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The subject who is truly loyal to the Chief Magistrate will neither advise nor submit to arbitrary measures.
This article was published more than 1 year ago. Some information in it may no longer be current. Fluctuating commodity prices have sent workers home from the oil sands left and right. And that disposable income — the wallets opened wide to buy rounds of private dances and overpriced drinks — has all but dried up with the layoffs. The club barely survived this past winter. Bachelor-party season has provided a boost through the summer months, but Ms.
Tew is dreading the cool weather. Cotton Club manager Jacquie Tew pulls open the curtains before opening. The pared-back disposable income of blue-collar workers — and not just from the oil patch — is just one of the many broad, long-term factors contributing to the near-complete demise of the Canadian strip club. In the face of urban gentrification, online entertainment and shifting cultural tastes, these are dying institutions.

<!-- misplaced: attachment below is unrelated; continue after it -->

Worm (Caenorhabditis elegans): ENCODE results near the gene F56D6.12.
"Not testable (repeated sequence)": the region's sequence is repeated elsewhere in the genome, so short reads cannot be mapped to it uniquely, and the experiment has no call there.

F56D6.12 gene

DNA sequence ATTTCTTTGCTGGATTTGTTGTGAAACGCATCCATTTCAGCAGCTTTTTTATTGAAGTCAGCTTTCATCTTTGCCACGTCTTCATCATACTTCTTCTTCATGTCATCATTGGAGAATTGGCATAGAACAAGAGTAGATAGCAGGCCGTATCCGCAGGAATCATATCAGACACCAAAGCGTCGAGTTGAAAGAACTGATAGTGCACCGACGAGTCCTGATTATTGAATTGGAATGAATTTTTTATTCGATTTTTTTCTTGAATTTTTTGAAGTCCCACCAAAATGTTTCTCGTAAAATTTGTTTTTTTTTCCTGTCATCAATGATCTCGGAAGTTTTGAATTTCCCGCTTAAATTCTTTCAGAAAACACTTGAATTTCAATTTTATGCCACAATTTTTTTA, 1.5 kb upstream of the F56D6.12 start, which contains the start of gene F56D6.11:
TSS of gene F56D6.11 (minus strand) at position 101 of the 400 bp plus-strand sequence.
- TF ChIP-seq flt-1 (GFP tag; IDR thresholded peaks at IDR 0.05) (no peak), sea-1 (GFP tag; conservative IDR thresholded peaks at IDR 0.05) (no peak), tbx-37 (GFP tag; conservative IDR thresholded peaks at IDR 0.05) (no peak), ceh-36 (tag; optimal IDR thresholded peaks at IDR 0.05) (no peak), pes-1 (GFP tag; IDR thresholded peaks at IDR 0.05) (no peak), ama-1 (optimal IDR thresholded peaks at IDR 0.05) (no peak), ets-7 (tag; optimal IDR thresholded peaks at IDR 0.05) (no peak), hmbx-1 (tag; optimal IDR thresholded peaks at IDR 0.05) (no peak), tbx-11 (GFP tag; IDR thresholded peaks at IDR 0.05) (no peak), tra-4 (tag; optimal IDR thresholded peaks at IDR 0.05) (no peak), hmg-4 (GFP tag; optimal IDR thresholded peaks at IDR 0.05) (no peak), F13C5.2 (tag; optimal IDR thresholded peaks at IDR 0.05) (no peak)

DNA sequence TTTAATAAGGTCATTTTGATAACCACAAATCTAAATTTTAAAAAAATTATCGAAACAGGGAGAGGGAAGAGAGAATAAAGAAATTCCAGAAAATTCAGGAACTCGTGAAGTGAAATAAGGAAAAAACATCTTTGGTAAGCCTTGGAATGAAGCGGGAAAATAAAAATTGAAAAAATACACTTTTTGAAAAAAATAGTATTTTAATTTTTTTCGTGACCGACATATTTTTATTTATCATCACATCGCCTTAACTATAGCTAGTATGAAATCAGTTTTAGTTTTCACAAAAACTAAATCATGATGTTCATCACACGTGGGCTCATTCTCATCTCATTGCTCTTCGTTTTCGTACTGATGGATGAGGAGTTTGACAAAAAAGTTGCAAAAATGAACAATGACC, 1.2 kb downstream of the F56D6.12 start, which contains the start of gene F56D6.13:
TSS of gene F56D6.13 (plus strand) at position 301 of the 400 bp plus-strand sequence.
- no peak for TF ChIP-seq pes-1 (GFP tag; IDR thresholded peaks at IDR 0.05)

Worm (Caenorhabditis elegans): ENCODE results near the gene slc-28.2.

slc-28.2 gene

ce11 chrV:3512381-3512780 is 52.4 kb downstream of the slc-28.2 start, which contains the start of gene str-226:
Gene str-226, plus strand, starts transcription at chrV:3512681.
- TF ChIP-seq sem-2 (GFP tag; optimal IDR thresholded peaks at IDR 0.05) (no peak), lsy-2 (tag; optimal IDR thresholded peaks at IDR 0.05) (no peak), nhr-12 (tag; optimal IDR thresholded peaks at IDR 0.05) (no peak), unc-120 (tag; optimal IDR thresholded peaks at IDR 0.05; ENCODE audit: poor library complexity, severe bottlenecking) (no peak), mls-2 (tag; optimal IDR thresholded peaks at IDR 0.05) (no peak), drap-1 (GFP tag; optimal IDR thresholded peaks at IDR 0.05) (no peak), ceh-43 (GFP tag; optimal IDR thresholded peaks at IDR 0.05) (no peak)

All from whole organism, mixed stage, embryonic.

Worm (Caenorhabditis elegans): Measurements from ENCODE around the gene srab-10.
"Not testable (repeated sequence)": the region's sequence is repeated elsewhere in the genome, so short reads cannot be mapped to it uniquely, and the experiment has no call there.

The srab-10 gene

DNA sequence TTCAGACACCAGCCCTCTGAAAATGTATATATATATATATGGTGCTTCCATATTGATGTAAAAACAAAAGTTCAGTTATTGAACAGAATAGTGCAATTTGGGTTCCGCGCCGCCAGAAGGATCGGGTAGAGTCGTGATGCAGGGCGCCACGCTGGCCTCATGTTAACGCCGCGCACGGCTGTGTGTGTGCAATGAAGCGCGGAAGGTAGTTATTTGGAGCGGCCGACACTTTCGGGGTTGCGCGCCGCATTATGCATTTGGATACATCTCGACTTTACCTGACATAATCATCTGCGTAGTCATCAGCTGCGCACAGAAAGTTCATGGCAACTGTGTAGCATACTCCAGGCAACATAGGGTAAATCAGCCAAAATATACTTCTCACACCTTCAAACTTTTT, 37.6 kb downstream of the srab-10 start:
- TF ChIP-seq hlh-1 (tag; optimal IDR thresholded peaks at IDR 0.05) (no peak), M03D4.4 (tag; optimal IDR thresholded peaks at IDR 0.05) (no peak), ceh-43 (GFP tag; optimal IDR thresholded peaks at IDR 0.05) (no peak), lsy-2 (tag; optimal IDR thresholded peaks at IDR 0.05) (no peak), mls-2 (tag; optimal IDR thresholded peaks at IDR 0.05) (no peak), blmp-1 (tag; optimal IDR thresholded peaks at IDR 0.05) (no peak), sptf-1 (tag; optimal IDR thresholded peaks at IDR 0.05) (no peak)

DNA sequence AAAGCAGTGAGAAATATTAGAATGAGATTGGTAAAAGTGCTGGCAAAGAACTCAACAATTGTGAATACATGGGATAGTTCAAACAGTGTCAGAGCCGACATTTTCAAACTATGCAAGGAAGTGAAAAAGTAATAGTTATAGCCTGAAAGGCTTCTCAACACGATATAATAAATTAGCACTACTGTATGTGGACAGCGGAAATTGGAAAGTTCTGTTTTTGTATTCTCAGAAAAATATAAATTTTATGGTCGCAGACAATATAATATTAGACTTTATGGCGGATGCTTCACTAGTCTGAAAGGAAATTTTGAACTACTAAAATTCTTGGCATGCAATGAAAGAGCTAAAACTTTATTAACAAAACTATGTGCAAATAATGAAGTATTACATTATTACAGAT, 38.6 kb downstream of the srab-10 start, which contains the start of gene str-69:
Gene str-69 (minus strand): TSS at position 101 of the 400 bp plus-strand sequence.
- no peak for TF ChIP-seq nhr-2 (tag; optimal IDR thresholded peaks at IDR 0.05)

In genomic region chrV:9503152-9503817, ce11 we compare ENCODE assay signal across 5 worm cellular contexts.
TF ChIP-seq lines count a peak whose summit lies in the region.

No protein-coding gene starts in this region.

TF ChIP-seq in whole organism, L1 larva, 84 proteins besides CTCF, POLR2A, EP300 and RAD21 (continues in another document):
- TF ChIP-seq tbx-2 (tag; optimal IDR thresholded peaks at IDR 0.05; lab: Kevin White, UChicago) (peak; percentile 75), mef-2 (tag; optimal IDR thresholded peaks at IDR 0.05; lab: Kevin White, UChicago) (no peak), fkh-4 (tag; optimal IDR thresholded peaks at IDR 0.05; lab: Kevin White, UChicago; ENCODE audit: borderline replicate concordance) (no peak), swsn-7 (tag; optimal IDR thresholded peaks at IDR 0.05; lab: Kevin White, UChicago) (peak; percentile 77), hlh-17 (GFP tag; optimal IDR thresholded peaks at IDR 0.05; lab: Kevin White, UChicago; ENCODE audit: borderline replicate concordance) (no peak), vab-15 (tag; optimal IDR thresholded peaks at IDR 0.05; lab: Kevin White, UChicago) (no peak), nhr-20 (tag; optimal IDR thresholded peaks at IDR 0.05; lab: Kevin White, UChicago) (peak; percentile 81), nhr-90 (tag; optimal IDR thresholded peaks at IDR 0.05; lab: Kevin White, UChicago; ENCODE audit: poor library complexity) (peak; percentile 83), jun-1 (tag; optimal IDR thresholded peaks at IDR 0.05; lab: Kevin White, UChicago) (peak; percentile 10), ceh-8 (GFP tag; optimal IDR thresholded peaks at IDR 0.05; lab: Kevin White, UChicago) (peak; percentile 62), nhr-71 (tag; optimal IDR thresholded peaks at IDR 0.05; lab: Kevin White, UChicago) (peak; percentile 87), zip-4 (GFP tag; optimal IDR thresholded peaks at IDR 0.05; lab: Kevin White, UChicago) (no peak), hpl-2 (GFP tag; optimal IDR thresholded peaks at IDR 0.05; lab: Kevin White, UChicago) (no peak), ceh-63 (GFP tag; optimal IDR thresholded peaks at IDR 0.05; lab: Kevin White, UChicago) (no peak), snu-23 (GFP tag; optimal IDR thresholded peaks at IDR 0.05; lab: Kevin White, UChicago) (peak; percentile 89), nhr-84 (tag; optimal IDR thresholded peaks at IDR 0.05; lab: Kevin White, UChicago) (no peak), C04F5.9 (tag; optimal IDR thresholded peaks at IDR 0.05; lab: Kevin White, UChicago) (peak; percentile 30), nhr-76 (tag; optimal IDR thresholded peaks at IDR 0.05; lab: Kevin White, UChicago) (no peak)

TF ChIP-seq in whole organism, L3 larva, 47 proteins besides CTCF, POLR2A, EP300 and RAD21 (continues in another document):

Once a staple of afterwork — and even midday — distraction, venues such as the Cotton Club have disappeared from several major cities, and even entire provinces, across Canada. Nova Scotia and Prince Edward Island both became strip-club free this year.
Yukon and Nunavut have no permanent strip clubs, and in Saskatchewan they have long been outright banned. But even border towns such as Windsor, Ont. John, and such big cities as Toronto and Montreal are feeling a chill. Such clubs occupy a blurry role in our modern world. In addition to the lonely and the lecherous, and even the giggly voyeurs, strip clubs have long served as go-to spots for businessmen holding lunches and client meetings, sometimes even on the company card.